November 18, 2009

From Painting to Hooked Rug: Richard Tuttle

Richard Tuttle, Great Men 2 and Great Men 8, 19 October, 1982, watercolor on lined paper in wooden frame, 9.5 x 14 x 1.75 inches.

I first became aware of Richard Tuttle's work when I wandered into a show of his in SoHo in the early 80s. The front room was full of watercolors similar to these: summary notations, seemingly tossed off the brush with great economy, but with a kind of perfection, like Japanese calligraphic painting. At the same time, there was a refusal to take himself too seriously; painting "Great Men" on ordinary lined paper, and framing in crude pieces of wood. I was so taken with these works––I have to say I fell in love––that I went back to my studio, took out a stack of typing paper and watercolors, and tried to make vivid, simple little paintings. I couldn't do it; I couldn't even come close. It was a powerful lesson in how things that look effortless often need the greatest skill.

Tuttle, Section III, Extension G., 2007, mixed media, 7 x 3 3/4 x 3 7/8 inches

Throughout his career, Tuttle has worked with materials that say "not-art": plywood and foamcore, cardboard and wire. And aluminum foil. He shapes unlikely materials into endlessly inventive forms, and many are insistently small. His project pushes back against the artist-as-hero model, against Art-as-Important. Yet the work inspires with its understated poetic resonance.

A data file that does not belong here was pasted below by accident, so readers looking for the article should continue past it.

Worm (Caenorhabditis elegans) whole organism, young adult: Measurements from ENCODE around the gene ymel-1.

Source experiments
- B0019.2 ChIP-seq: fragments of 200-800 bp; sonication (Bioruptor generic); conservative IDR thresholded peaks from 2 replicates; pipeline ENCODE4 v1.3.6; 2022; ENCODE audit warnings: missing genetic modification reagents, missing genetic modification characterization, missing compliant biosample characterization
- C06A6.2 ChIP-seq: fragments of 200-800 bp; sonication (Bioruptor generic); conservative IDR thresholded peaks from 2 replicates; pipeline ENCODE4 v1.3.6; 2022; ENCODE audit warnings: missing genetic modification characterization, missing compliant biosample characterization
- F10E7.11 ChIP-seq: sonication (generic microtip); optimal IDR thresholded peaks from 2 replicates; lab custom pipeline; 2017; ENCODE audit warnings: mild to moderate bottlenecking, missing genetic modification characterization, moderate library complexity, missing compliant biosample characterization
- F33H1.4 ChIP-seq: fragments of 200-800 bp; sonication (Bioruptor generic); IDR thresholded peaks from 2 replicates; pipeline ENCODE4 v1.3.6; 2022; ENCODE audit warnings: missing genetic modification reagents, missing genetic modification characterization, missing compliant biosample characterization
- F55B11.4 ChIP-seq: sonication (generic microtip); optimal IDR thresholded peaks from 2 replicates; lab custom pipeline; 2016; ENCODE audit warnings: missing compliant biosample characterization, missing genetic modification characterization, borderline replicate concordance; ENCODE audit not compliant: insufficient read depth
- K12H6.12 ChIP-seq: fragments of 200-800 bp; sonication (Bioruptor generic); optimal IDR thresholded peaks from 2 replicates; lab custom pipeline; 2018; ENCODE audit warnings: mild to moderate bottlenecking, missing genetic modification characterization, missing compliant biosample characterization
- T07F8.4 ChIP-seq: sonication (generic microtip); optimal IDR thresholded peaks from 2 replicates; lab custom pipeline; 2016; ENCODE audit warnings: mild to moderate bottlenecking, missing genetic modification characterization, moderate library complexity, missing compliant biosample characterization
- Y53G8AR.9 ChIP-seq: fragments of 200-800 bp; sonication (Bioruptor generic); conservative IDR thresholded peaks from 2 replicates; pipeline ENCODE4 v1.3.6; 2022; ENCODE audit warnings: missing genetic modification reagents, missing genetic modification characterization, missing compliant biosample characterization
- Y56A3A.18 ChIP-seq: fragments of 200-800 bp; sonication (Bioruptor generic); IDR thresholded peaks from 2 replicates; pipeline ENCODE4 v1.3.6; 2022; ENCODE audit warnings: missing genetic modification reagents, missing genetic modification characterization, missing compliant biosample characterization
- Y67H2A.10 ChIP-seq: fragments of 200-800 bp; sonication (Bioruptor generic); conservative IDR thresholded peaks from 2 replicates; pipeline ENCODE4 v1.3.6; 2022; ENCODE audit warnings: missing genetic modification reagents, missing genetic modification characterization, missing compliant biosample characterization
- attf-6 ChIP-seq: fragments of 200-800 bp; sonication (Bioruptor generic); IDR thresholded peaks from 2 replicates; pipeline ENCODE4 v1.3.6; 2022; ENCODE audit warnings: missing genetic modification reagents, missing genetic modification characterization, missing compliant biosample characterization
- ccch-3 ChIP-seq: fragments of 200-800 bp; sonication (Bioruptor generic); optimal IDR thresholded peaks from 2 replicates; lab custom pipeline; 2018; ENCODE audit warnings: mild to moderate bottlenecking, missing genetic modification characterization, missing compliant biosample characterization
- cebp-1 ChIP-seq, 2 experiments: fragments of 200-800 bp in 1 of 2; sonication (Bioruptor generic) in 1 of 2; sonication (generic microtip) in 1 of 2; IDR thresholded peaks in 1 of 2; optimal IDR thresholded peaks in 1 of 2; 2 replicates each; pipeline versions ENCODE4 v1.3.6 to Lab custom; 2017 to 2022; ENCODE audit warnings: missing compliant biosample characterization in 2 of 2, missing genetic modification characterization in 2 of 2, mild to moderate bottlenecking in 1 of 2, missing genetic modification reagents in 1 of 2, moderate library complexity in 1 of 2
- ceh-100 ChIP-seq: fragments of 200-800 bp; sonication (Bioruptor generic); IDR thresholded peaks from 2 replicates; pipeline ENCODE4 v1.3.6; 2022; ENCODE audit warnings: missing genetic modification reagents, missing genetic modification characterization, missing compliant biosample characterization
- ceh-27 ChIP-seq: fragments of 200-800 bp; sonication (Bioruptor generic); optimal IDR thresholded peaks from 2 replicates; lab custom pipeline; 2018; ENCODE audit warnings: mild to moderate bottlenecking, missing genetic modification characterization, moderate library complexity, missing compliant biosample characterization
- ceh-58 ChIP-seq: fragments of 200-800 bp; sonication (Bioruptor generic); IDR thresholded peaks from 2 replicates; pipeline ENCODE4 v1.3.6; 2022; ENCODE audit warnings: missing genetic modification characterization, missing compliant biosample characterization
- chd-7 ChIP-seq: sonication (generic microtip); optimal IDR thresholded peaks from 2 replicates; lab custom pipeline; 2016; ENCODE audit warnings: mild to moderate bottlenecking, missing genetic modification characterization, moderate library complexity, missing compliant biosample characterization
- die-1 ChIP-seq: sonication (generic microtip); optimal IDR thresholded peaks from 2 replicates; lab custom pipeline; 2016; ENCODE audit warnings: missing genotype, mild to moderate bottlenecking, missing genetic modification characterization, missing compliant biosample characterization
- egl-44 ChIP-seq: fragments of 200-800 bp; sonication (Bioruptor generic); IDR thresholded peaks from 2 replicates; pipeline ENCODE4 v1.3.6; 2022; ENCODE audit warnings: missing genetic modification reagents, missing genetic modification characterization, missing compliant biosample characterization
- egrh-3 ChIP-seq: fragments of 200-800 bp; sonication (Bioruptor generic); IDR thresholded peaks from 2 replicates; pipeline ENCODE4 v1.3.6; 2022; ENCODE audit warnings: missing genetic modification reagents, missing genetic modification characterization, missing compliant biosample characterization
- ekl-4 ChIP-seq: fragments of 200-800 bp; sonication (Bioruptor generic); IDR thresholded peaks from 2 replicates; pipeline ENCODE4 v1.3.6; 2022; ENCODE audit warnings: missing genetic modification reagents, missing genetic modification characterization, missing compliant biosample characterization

Tuttle, Overlap Composition VI (5.14.07), 2000-2007, acrylic on fir plywood, 68 x 24 inches

Much of Tuttle's work fits into Minimalism stylistically, but what I call "funky minimalism", where the forms are loose and the brushwork is painterly. There is geometry, but it isn't rigid. I find these paintings remarkably appealing, charming even, if charming weren't so discredited a word. They feel right.

Tuttle, Drift III, 1965, acrylic on plywood, 24 x 52 x 1 inch

I saw the work above at a Tuttle retrospective at the Whitney Museum of Art in NYC in 2005. It was one of a group of shaped paintings on plywood, simple forms, all slightly off of perfect, with wavering edges and not-square corners. The show was a joy to me, buoyant and alive. (If you'd like to see more Tuttle images, you can go to his gallery's website.) I made the ruglet below as an homage to Richard Tuttle.

Two Arches (for Tuttle), 2007, hand-dyed wool on linen, 7 x 23 inches


  1. I am sure Section III, Extension G., 2007 is a black woman, wearing a wonderful hat, at a bar in Harlem. Don't you think? I LOVE it!

  2. I'm so glad you like that jaunty little sculpture, Betty. The little red egg-shaped form sure has a face-like aspect. It was hard to decide which of that series I wanted to picture; I chose that one because of its use of a common material and its allusive imagery.

  3. wonderful way to start the day, these images and remembering his retro at the Whit., to say nothing of your two arches tribute.